3. When should you use it?
- Initiated at the beginning of the year
- Continues throughout the year with periodic evaluations and check-ins
*Notes: There is always the possibility of adjusting the plan to better fit the needs of the student, so a PLP is by no means set in stone.
4. Where does designated PLP coursework happen?
- At the student’s school
- At other educational venues, such as colleges that offer dual-enrollment classes
5. Why should you consider using it?
- Allows students to think through and have a say in their educational process
- Motivates students to take responsibility for their learning
- Motivates students to invest their time and energy in the process
- Removes the burden of having one definition of success for all students
- Bases success upon the individually met goals of each student.
6. How do you create one (and use it)?
You can use a template to create personalized learning plans; you can find three examples of learning plans here.
Awareness is the most important skill you need in order to utilize PLPs in the classroom setting. As the teacher, you should fully understand the strengths, needs, and goals of your students. This awareness enables you to better monitor and adapt whole-class instruction time to ensure that everyone’s goals are being met.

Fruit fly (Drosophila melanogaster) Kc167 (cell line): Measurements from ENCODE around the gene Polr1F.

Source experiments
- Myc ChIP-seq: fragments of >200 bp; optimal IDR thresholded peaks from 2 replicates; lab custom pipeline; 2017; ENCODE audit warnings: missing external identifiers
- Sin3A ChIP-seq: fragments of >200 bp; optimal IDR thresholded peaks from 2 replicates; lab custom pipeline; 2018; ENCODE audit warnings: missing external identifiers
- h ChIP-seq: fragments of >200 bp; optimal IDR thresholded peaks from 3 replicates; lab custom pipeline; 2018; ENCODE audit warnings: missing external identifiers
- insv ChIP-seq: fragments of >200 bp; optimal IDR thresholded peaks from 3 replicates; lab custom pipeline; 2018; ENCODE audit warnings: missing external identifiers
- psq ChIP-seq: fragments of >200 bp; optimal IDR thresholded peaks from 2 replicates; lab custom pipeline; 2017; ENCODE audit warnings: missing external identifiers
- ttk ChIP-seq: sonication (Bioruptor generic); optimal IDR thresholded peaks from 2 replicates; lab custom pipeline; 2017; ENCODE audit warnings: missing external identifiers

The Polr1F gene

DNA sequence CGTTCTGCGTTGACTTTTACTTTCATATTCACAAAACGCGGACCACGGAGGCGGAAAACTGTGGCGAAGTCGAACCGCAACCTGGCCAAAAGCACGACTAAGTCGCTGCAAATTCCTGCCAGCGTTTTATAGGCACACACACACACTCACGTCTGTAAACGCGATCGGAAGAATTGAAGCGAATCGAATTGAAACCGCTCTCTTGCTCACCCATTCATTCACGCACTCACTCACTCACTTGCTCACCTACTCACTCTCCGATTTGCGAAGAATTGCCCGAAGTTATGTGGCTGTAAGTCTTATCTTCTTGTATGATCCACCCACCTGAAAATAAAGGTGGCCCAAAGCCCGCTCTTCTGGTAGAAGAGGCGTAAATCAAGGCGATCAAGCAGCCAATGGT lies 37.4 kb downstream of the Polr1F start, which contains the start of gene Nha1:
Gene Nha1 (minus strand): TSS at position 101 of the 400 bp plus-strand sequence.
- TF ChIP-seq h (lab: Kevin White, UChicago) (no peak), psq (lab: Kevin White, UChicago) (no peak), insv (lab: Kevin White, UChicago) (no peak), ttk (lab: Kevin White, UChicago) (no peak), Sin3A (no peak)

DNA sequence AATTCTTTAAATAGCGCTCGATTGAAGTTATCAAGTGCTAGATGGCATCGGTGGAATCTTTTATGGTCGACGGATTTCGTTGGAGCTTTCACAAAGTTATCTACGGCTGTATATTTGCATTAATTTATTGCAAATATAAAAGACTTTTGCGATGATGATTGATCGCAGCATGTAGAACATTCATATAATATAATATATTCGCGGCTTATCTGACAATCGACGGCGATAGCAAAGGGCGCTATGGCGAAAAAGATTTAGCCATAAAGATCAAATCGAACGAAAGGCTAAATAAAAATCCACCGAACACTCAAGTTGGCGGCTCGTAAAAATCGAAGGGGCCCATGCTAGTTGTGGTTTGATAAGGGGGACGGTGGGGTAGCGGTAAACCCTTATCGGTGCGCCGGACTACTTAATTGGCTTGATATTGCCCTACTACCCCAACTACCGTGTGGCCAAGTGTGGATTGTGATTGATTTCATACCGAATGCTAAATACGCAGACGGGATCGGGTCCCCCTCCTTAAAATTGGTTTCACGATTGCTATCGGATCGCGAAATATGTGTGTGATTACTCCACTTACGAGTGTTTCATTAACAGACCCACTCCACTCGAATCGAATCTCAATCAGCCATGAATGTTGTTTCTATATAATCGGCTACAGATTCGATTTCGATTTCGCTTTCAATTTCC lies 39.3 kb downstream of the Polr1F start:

Specialized computer programs can assist you in meeting the needs and levels of each student by taking them through adequately paced lessons.
You can use Classcraft’s personalized learning (Quests) feature to blend your existing lesson plans with fun choose-your-own-adventures. You’ll save time and support the unique needs of every student.
The future of personalized education
Given the history of personalized learning strategies and the amount of funding being poured into their development (with Bill Gates and Mark Zuckerberg being among the more prominent names to invest in this model of instruction), it doesn’t look as though this idea is going to disappear any time soon. And although PLPs are bound to have their own kinks to be worked out, they also have great potential to replace our heavy reliance on standardized testing as a measure of student success. But of course, we still have a long ways to go before then.